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Keywords:

  • annual grass;
  • fire;
  • great basin;
  • invasion;
  • life stage;
  • seeding

Summary

1. Seeding is an important management tool in aridland restoration, but seeded species often fail to establish. Previous research has largely focused on the technical aspects of seeding with little effort directed at identifying demographic processes driving recruitment failures.

2. In tilled plots, in each of 3 years, we estimated life stage transition probabilities for three species commonly used in sage steppe restoration. We also took similar measurements on seed sown by managers following four major fires.

3. Point estimates and associated Bayesian confidence intervals demonstrated germination probabilities that were consistently high, averaging 0·72. However, estimates suggest only 17 and 7% of the germinated seeds emerged in the tilled plots and fire sites, respectively. Following emergence, survival across the seedling, juvenile and adult transitions averaged 0·72. This suggests the transition from a germinated seed to an emerged seedling was the major bottleneck in recruitment. Although most individuals died during emergence, this was not always the principal source of variation in recruitment across sites.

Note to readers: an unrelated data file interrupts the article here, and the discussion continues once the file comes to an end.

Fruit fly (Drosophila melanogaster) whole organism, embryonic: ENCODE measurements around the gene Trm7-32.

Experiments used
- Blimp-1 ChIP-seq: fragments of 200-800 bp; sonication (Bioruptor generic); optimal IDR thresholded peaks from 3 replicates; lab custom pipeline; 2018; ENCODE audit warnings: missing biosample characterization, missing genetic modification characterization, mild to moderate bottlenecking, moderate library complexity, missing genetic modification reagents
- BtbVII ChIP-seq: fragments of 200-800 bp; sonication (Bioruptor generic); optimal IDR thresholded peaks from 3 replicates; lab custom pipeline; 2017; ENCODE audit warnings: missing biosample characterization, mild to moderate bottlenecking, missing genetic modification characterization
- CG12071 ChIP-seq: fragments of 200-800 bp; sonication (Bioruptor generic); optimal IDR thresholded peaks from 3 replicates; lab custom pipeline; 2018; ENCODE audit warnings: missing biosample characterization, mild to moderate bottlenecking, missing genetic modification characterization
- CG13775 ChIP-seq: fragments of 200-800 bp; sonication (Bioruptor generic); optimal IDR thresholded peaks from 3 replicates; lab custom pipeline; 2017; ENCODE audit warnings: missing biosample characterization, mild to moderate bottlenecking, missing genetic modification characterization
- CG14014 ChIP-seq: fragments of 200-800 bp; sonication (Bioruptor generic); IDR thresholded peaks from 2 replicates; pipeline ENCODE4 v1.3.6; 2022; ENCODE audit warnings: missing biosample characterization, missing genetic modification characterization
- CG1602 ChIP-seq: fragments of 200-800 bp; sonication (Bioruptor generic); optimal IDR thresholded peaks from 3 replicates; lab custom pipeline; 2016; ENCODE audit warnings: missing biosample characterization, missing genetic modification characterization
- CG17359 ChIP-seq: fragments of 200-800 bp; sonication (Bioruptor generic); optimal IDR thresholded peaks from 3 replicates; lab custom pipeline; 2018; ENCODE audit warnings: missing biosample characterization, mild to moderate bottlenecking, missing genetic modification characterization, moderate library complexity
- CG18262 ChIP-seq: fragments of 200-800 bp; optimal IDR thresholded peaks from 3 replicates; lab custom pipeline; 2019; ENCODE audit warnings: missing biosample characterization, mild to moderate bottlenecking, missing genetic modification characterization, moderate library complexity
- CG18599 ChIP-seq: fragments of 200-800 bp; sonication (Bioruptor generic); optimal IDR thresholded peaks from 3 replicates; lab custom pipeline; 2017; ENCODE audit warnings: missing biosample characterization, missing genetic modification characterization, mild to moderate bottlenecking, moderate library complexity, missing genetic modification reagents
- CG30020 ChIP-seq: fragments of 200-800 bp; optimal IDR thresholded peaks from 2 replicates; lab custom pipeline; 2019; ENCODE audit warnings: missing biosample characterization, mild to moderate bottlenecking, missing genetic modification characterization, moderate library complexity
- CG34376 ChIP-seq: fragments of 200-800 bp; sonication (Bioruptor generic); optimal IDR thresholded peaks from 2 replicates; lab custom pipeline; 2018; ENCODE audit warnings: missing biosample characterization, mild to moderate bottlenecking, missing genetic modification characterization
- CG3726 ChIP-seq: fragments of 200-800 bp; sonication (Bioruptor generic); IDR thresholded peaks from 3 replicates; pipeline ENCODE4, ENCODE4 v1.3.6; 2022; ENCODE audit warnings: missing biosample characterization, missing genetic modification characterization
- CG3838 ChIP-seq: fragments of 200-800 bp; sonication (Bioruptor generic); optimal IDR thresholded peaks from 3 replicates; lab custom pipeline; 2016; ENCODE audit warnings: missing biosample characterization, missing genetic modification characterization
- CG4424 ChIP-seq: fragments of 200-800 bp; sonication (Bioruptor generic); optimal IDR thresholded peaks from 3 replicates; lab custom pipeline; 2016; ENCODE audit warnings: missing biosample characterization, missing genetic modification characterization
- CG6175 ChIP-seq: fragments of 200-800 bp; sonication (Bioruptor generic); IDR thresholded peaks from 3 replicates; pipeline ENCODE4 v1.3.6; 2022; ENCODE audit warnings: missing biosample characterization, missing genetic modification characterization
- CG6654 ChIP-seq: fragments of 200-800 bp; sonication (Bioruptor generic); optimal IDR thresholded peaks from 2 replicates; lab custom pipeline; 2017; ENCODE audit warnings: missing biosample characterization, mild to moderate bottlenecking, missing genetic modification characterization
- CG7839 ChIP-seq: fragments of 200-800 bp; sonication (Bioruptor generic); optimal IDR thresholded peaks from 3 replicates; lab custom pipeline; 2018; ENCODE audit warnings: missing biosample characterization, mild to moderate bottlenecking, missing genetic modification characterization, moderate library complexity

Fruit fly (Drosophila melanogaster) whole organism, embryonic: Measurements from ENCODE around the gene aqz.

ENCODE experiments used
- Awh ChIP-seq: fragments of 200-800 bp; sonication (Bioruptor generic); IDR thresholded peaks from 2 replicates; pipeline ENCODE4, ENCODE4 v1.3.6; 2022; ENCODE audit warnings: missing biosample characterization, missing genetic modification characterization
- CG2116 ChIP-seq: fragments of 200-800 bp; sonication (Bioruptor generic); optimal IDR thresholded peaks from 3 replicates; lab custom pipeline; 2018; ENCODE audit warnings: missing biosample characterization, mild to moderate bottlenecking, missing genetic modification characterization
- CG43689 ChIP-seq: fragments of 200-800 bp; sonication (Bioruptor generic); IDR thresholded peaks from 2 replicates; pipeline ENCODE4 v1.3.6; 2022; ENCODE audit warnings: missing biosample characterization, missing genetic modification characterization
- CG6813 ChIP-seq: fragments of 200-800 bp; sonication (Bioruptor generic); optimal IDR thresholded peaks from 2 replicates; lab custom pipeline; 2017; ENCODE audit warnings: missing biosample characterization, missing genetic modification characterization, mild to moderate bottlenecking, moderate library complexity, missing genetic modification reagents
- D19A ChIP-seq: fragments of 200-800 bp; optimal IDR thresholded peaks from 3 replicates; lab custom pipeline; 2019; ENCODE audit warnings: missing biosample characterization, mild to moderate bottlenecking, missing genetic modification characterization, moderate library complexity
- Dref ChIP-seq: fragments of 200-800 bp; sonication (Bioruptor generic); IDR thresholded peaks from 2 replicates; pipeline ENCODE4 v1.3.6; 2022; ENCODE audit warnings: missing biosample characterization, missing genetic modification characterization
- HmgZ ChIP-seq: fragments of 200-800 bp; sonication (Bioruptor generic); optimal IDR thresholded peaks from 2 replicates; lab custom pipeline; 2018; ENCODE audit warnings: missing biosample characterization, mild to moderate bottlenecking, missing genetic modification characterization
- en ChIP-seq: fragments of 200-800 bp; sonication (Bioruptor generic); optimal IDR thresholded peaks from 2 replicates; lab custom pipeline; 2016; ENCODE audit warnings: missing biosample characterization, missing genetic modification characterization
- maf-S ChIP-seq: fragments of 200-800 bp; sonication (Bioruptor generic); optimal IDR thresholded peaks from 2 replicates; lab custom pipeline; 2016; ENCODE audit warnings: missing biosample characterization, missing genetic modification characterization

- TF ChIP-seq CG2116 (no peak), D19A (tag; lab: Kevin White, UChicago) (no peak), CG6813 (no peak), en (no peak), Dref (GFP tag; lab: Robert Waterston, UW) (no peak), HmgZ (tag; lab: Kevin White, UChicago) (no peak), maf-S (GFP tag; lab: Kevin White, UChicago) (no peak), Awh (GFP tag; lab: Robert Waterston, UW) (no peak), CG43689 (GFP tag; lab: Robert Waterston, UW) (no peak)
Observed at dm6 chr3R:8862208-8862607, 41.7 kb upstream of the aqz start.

4.Synthesis and applications. Processes occurring after emergence, such as mortality during spring and summer drought, may contribute to site-to-site variation in recruitment but are unlikely to be the main causes of restoration failures. Instead, recruitment may largely be determined by processes occurring during emergence, such as freezing and thawing of the seedbed, development of physical soil crusts and pathogen attack on germinated seeds. Using tools such as seed coatings and soil amendments to manage processes inhibiting emergence and developing seed mixes with higher emergence probabilities are likely to greatly improve restoration outcomes in the sage steppe and similar aridland systems.